James McElherne asked:
My question deals with cancer. I have been hearing on your show that 3-5 mutation in the stem cells leads to cancer (cancers are so different) but working as a cytogenetics in Chicago specifically leukemia. There are many translocations that are linked directly to translocations of the chromsomes. For example the translocation 9; 22 is associated with mainly Chronic Myeloid Leukemia but also is linked to Acute Lymphoid Leukemia.
This translocation breaks the BCR and ABL genes that lead to an abnormal tyrosine kinase being formed. How does this agree/disagree with the 3-5 mutation rule that I have been hearing about on the show?
We posed this question to Elizabeth Murchison from the Wellcome Trust Sanger Institute...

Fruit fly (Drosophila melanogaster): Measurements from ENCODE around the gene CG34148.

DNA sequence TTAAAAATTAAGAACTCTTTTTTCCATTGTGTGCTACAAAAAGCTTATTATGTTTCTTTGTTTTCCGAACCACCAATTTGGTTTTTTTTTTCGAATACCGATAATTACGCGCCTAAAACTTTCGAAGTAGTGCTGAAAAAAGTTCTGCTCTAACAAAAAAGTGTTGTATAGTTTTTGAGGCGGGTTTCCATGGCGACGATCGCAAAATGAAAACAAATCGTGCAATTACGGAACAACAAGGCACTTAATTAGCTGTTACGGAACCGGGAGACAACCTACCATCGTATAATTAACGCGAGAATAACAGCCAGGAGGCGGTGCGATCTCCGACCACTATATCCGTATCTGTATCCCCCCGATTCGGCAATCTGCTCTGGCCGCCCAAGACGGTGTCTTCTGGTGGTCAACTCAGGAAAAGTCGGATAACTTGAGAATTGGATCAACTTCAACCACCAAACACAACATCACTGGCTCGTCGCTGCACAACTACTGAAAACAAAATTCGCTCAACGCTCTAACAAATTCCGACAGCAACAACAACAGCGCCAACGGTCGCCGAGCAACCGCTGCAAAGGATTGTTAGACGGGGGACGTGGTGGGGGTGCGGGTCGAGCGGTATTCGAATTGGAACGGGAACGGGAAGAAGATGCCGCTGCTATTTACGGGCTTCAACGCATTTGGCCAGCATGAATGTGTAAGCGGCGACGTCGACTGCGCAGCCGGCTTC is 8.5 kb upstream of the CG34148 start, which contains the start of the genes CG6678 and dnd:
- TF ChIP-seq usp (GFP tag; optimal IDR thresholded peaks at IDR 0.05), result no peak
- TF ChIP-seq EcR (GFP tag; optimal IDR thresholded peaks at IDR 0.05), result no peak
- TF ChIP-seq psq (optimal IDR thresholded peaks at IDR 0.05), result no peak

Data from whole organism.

Elizabeth - Well cancer happens when genes called tumour suppressor genes and oncogenes are mutated and cause the cell to start dividing abnormally. And this can happen when you get single point mutations in your DNA which mutate an oncogene or a tumour suppressor gene, but they can also occur when two genes can come together abnormally in a translocation and what this can often do is to drive a gene which is not normally active in a particular cell type up to an abnormal level of activity which can sometimes cause the cell to become cancerous.
Chris - I get it. So by the chromosomes rearranging themselves, the gene which would normally be off in a cell can end up being put next to a gene which is normally on in that cell, so the cancer causing gene also gets turned on abnormally and makes the cell misbehave.
Elizabeth - That type of thing, yes.